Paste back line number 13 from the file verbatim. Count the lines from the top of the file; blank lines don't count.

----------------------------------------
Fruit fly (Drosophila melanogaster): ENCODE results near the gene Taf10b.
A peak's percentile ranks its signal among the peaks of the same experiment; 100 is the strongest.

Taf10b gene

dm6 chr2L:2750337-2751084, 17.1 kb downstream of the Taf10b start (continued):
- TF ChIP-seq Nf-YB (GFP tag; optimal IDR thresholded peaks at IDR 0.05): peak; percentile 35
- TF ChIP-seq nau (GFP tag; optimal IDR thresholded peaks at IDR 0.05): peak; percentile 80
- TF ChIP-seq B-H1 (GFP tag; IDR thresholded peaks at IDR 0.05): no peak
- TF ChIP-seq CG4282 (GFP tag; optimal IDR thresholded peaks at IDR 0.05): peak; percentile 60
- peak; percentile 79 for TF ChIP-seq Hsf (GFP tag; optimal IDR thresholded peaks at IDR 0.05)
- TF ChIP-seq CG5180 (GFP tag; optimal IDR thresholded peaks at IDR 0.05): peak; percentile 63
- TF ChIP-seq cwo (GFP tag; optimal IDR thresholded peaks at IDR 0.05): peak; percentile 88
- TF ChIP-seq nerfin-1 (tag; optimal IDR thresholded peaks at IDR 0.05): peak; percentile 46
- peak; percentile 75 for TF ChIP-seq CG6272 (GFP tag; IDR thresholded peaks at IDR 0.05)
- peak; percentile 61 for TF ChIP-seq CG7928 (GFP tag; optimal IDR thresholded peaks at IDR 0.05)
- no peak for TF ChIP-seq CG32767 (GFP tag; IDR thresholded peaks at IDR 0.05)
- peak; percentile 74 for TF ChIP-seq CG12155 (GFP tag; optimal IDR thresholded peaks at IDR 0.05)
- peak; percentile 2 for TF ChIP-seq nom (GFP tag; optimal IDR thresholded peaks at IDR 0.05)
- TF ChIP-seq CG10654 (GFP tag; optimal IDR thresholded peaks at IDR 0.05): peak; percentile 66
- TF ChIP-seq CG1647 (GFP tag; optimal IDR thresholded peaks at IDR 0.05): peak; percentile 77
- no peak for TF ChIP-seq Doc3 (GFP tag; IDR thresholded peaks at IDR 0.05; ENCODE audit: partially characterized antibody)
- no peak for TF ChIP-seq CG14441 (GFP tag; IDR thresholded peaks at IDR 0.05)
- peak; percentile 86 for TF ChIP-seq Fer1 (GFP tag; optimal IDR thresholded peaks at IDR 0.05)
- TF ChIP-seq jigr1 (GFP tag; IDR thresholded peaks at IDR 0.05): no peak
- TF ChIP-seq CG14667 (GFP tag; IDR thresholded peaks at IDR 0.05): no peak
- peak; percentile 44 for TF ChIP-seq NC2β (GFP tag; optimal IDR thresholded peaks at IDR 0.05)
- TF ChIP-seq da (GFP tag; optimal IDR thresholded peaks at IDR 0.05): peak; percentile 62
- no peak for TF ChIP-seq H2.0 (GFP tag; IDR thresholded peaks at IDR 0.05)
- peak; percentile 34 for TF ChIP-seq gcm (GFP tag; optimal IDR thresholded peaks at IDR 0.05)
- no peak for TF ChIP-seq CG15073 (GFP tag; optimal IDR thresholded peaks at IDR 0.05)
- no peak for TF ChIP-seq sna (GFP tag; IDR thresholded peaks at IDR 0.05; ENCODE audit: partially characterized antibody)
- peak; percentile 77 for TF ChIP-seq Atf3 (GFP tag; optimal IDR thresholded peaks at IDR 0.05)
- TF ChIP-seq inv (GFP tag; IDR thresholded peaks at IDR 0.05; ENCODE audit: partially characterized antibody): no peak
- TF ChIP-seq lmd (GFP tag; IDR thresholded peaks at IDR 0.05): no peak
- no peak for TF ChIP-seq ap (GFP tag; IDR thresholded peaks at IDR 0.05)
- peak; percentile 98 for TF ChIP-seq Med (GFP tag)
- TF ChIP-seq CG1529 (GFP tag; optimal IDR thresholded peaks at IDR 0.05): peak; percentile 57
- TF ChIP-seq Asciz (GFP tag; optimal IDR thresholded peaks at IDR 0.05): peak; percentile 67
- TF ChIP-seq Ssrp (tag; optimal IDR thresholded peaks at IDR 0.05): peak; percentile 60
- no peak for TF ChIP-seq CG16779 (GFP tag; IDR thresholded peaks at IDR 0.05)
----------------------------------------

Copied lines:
- peak; percentile 75 for TF ChIP-seq CG6272 (GFP tag; IDR thresholded peaks at IDR 0.05)